Overfishing occurs when more fish are caught than the population can replace through natural reproduction and it is a serious issue that is often ignored. It is a problem within the United States but even worse outside of it. Some stocks of large fish have decreased by about 90% in the past 60 years. Overfishing leads to so many deaths of fish (especially large fish) that the oceanic ecosystems are being negatively impacted. By protecting more areas in the ocean and creating more "no fishing" areas across oceans, the effect of overfishing would be reduced and fish populations may begin replenishing themselves. More than 85 percent of the world's fisheries have been pushed to or beyond their biological limits and are in need of strict management plans to restore them. The creation of more "no fishing" zones would only be a step towards stopping overfishing and its harms. Overfishing is an issue that affects everyone, not only fish; it is in everybody's best interest to keep the fish populations healthy.
Reinstate the Ban on Elephant and Lion Hunting Trophies - Stop the Poaching!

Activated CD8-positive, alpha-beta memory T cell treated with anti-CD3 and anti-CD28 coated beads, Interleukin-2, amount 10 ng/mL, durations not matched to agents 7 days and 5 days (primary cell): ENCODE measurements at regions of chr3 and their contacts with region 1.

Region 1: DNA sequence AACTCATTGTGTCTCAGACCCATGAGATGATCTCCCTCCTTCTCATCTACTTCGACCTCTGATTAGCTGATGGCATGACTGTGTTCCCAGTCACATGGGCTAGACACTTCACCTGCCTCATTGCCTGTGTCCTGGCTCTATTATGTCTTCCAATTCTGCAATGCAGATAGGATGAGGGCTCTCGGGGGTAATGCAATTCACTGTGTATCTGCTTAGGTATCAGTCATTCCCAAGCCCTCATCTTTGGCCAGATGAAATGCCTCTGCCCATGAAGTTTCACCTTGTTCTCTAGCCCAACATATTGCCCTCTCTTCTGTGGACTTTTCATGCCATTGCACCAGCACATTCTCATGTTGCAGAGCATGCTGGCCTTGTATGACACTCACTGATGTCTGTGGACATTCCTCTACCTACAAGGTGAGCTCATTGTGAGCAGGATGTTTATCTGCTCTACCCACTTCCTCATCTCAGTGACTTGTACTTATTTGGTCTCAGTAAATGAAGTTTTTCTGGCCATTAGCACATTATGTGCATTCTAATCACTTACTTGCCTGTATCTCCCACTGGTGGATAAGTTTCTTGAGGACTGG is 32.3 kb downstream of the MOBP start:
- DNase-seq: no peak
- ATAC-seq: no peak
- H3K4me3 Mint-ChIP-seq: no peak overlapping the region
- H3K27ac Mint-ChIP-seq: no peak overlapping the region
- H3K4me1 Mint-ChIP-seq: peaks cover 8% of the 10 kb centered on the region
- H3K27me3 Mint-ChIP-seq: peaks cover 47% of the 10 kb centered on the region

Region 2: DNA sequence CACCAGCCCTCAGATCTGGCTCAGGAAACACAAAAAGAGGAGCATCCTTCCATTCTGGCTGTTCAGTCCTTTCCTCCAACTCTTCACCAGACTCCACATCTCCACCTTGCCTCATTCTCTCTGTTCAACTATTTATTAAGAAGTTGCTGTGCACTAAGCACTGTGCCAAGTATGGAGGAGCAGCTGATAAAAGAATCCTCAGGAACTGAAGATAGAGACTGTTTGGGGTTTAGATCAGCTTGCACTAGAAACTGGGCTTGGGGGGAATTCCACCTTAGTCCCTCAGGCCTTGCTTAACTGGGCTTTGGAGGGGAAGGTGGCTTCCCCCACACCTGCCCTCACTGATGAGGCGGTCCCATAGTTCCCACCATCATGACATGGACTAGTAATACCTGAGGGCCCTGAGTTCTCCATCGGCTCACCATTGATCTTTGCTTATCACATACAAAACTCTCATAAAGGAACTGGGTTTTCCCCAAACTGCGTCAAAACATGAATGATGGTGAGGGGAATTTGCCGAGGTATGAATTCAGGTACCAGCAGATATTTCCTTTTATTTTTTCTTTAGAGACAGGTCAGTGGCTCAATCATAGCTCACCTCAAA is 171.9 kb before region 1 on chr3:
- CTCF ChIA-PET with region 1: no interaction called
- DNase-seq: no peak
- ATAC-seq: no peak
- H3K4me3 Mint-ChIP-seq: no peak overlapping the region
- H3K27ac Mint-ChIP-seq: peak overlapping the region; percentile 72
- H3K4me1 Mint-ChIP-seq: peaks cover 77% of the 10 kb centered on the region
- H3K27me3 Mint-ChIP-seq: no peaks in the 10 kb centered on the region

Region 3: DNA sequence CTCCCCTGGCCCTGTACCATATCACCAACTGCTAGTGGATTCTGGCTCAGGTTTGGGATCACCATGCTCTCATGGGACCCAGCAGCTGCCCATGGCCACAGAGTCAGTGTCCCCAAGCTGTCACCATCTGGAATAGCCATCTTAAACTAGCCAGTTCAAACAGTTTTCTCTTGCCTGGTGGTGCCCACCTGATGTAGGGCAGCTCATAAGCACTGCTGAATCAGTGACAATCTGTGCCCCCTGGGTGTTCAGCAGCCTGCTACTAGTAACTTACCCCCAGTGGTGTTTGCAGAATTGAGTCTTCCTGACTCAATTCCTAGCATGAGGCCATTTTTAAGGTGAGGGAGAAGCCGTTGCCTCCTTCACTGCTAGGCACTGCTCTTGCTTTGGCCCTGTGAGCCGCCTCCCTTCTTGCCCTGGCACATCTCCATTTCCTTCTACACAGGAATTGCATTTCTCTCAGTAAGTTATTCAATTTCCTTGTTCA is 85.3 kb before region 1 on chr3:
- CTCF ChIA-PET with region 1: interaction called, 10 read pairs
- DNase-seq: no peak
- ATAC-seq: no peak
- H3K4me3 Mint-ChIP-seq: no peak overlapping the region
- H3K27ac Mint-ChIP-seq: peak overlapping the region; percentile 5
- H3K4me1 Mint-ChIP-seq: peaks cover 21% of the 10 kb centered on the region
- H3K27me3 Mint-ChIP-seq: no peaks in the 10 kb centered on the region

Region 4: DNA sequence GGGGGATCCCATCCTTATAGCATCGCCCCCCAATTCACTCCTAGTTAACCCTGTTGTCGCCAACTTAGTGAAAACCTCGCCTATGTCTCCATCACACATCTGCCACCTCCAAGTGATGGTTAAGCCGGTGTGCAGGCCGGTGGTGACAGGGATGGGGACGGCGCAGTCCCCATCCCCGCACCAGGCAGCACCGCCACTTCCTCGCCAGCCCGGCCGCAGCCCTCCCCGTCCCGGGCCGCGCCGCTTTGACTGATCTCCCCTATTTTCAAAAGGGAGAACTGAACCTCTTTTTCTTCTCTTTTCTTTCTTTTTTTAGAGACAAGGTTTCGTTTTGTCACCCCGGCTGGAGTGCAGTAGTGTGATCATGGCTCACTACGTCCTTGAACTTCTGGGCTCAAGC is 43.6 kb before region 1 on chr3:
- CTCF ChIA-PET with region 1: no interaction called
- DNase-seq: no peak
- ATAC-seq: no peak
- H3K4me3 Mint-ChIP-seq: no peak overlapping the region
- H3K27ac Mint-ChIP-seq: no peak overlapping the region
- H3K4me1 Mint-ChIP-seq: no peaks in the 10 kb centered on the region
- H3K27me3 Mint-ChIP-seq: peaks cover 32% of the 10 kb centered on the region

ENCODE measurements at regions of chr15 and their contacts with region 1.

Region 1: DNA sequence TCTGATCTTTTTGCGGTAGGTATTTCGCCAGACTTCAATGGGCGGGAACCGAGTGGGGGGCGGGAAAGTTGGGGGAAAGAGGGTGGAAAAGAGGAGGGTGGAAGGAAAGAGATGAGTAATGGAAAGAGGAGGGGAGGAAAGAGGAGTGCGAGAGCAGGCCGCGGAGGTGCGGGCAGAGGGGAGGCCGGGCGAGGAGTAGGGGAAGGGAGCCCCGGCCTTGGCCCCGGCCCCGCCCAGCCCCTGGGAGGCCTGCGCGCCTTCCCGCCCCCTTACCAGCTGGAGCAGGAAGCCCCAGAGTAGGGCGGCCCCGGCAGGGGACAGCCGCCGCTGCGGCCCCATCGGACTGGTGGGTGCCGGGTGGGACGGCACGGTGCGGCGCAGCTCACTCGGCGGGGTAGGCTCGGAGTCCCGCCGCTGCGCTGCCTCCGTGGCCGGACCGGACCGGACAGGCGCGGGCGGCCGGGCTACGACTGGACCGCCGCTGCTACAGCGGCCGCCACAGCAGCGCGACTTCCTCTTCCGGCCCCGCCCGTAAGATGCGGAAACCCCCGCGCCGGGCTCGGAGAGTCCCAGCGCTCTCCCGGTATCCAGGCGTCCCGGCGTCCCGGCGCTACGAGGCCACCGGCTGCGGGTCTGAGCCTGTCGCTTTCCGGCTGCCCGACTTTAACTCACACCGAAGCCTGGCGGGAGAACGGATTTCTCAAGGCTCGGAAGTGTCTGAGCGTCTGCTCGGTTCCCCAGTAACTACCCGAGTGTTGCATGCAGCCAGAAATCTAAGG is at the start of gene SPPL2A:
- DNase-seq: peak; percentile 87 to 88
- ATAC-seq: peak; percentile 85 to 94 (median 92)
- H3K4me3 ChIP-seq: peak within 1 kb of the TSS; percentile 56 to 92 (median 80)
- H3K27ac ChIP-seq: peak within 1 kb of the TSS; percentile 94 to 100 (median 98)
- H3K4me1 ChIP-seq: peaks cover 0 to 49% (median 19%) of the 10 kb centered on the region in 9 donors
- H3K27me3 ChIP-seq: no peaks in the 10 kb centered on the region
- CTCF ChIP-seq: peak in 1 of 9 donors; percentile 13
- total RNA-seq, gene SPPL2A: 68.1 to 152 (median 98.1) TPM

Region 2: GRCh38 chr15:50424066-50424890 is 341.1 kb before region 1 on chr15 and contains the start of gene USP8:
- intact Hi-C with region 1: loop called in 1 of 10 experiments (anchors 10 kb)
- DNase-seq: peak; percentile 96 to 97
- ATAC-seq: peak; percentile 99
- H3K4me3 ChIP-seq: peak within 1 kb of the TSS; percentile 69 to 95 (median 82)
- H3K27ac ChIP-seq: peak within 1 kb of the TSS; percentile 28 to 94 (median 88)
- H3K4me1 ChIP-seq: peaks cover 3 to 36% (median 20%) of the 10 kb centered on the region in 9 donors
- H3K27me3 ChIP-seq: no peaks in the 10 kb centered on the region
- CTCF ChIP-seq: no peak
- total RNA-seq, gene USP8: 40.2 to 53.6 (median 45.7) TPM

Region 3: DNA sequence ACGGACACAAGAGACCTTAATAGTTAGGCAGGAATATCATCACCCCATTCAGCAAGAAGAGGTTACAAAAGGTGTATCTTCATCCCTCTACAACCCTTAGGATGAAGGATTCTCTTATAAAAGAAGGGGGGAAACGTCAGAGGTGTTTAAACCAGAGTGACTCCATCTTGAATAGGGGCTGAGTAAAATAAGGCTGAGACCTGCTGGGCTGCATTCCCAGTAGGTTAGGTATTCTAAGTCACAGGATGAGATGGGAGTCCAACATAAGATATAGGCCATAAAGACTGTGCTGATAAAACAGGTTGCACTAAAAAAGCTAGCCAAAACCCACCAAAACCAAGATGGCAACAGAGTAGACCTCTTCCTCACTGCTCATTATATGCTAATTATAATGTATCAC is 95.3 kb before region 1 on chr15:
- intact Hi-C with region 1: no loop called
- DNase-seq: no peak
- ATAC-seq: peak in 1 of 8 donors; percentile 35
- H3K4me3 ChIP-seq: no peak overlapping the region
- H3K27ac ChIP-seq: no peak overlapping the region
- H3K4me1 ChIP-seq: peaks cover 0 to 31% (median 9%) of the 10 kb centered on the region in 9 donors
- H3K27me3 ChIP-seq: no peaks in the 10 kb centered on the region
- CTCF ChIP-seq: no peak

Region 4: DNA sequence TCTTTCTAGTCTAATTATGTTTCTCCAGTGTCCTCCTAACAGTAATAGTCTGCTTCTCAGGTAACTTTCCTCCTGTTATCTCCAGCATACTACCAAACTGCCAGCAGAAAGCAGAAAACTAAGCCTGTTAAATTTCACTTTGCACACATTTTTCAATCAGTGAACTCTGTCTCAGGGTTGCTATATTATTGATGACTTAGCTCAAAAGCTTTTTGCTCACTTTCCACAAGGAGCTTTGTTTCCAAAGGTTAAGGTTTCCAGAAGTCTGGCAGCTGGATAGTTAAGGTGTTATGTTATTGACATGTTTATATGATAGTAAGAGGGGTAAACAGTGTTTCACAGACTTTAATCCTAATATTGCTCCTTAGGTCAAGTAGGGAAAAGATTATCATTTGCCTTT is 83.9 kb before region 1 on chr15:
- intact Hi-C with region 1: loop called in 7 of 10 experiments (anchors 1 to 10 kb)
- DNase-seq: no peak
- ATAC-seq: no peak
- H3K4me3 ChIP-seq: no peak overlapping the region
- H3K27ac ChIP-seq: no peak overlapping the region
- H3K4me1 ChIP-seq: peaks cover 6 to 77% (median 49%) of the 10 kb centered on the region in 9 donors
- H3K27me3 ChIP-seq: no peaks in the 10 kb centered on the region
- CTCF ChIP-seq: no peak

Reinstate the ban on elephant and lion hunting trophies that the Trump Administration just undid. Zimbabwe and Zambia are in intense political turmoil and cannot be trusted to provide unbiased data on the safety of hunting endangered animals such as the elephant and lion. This reversal WILL damage those populations and lead them to extinction and must not be allowed.
Ringling Bros. Plans to Export Their Tigers To A German Circus
Imagine being enslaved and tortured for your whole life. This is a form of entertainment that the Ringling brothers have provided since 1871. Recently they have been shut down and will no longer be performing this vile act of entertainment. In spite of being shut down they have now applied for permits to ship 8 of the tigers to a circus in Germany. An undercover report published last year described life as a “nightmare” for the tigers. They spent most of their lives packed into tiny cages in parking lots or behind buildings, devoid of water to swim in or room to run. Tigers are solitary, and this closeness led to frequent fighting — many tigers were covered in scars, and others had cracked paws or pressure wounds from living on the unnatural concrete. [Schelling, Ameena. "BREAKING: Ringling Bros. Plans To Ship Its Tigers To German Circus." Thedodo.com, 25 May 2017. www.google.com https://www.thedodo.com/in-the-wild/ringling-tigers-german-circus Accessed 26 May 2017] These animals deserve at the very least to be brought to a sanctuary for rescued tigers not to undergo further abuse in a circus within another country. Please sign this petition so we can get the help that these poor animals need to live a well deserved better life.
Save The Alexander Archipelago Wolves